I've harped a lot about representation in my last couple of articles. Representation is an important part of all media. The lack of representation in media, video games in particular are notorious for a serious lack of representation. This week, I decided to take a step back and talk about a more niche element of the LGBTQ+ community: The "abstract family". It sounds dramatic - and it is. It's a real and tragic part of being someone who isn't straight and cisgendered. Even today, it's still something that I struggle with.
How does that apply to Undertale?
As a gay person, I learned early on that I had to make my own family. This isn't to say that I don't love the family I have, because I do. The issue lies in the lack of understanding - they will never be able to understand me and what I'm going through. So, I have to flock to people that do. And through those people, I create what I call my "abstract family." They love and support me, and above all else, they understand me.
Undertale shows that. It's a story about a child going around and building a family through understanding and supporting them. It's half the reason we feel so connected to these characters by the end, because you see their problems and you help them confront them head on. You take their tragedies and you make them your tragedies. In the end, they become an important part of your life.
The main character, Frisk - whose name you don't learn until the end of the game - is mysterious. We don't know their background or their gender. You do know that Frisk is a child, and that Frisk's head is wanted by the "evil" king of this strange underground world of monsters they've fallen in. You get to decide who Frisk is, and how they interact. Are they good or are they evil?
I decided to go with the good-ending route. In Undertale terms it's referred to as the Pacifist Route. That means you go through the entire game and don't kill anything. You spare them, and you don't collect any EXP or gain any LVs. It sounds crazy, but that's the game.
When I did my first play-through, I thought it was a work of genius. Its system took of lot of inspiration from older RPGs (like Earthbound, which I wrote about earlier this week) and even games in the bullet-hell genre. The meta story felt intense, and depended on player choice. Killing someone had consequences - killing everyone had very bad consequences. The story felt deeply personal to me for reasons I couldn't describe.
I'm an emotional guy, but in video games the connection just isn't there. I'm usually playing a character that's very different from myself - or whose story is very different from my own. Connection happens, but on a superficial level. Like, when I played The Witcher 3 and Horizon Zero Dawn, I was drawn by the characters' stories. They were interesting and the gameplay was phenomenal, but that's it.
After I recovered emotionally from Undertale's astounding ending, I saved my local files in a separate hard drive (trust me, do this before you replay), and started a brand new game. I did not focus a lot on the extra stuff, and there's plenty of that, instead I focused on the story. I read every bit of dialogue intently, and even on the second play-through, I felt such a primal connection from the very beginning.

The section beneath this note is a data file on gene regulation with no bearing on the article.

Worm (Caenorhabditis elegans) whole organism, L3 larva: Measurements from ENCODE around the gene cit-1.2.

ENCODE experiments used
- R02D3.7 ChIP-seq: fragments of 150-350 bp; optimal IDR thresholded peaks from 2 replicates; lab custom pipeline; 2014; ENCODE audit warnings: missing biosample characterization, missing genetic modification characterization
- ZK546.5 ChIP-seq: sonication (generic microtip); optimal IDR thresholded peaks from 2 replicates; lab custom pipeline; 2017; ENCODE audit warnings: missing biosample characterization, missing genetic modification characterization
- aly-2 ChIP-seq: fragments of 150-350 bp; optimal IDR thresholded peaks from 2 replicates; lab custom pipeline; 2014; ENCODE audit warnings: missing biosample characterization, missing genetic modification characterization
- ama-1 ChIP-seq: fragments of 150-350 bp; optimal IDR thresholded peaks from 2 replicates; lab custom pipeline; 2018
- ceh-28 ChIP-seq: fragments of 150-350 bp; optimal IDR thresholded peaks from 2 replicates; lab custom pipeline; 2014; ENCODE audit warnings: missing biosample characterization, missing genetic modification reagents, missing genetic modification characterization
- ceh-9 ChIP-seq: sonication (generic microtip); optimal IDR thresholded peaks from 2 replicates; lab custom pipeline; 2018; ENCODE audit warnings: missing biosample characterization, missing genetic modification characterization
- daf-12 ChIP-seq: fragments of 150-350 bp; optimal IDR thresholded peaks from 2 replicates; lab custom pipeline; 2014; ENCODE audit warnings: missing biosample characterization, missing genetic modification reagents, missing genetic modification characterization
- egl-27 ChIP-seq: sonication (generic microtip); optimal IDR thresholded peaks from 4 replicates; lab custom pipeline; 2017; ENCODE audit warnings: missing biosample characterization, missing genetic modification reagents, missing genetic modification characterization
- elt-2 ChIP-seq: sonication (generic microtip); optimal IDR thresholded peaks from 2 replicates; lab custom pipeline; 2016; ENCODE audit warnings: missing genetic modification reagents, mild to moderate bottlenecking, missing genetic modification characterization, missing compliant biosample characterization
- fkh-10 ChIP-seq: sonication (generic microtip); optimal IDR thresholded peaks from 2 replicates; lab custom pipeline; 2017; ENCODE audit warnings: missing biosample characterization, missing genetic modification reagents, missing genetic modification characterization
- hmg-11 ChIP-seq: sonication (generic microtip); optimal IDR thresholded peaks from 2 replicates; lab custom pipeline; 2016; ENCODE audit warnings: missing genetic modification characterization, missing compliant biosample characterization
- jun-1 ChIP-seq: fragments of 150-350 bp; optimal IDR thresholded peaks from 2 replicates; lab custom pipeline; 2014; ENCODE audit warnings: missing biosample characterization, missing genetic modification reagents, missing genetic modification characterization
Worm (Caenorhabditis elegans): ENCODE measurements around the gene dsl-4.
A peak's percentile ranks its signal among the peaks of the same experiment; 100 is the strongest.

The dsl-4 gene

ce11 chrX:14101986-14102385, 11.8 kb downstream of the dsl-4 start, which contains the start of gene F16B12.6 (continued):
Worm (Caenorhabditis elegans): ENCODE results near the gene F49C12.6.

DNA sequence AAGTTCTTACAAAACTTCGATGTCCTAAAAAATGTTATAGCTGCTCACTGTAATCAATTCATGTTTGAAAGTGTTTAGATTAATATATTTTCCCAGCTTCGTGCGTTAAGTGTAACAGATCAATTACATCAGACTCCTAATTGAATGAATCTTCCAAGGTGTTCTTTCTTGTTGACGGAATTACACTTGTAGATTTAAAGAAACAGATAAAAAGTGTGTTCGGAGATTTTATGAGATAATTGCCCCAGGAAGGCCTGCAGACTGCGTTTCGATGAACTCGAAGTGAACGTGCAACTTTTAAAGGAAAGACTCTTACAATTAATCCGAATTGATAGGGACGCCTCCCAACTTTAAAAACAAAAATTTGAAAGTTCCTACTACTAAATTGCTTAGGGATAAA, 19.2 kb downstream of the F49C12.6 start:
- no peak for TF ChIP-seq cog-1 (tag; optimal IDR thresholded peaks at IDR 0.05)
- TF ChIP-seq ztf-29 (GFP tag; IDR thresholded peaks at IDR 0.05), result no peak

For example, Toriel's entire first section really broke my heart. In the game, you find out that Toriel, the goat mom from the beginning, was the former queen of this underground monster haven. She lost her child and, due to reasons I won't reveal, left her husband. She's lived alone deep inside of the ruins of this mysterious place. When you decide to move on - it's heartbreaking. She's terrified for you to go out into the world, and she gives you warning after warning, but you have to keep going.
I couldn't help but remember the first time I came out to my parents. It was warning after warning - they told me that I would go through all of this pain and suffering. But in the end, it was just a journey that I'd have to take. Admittedly, Frisk's journey to survive is very different from mine. The parallel still hit me hard, and opened up the rest of the game for me. I looked at this game through the queer lens for the first time.
It didn't always work. This game isn't about being queer - and a lot of the connections I made were through a more personal context. That's how art works though! And this game is art.
On a macro level, this game builds an abstract family. We don't know what happened to Frisk's real family. We do see that Frisk falls down a hole, and when they come out, they don't go back to anyone. They stay with this odd, new family they've built themselves. And if that's not gay culture, I don't know what is! Realizing you're gay or trans or queer is like falling down a hole. You realize your life is going to change, and it's hard. Sometimes it consumes you and terrifies you - and you don't know what you're going through.
But you don't have to go through it alone - and that's a huge part of Undertale's ending. When you think everything is falling apart, the people you love come and they protect you and they tell you that they're always going to be there for you. If I didn't have people in my real life tell me that same thing - I don't where I'd be right now.
That's the abstract family. They are people I flock to, who love and support me no matter what. They aren't bound to me by blood or by any real form obligation. They just love me. So, finally, I understood. On a primal level, Undertale is unintentionally much more queer that it originally set out to be. I'm not saying it's only a queer story, nor am I saying that this is the game's original intent, but goddamn it, it really hit me hard.
Shann Smith is a lover of video games and writer of plays and screenplays, based in NYC. Do you guys have a game that you think is significant to the LGBTQ+ community? Email me, and I'll give it a look!
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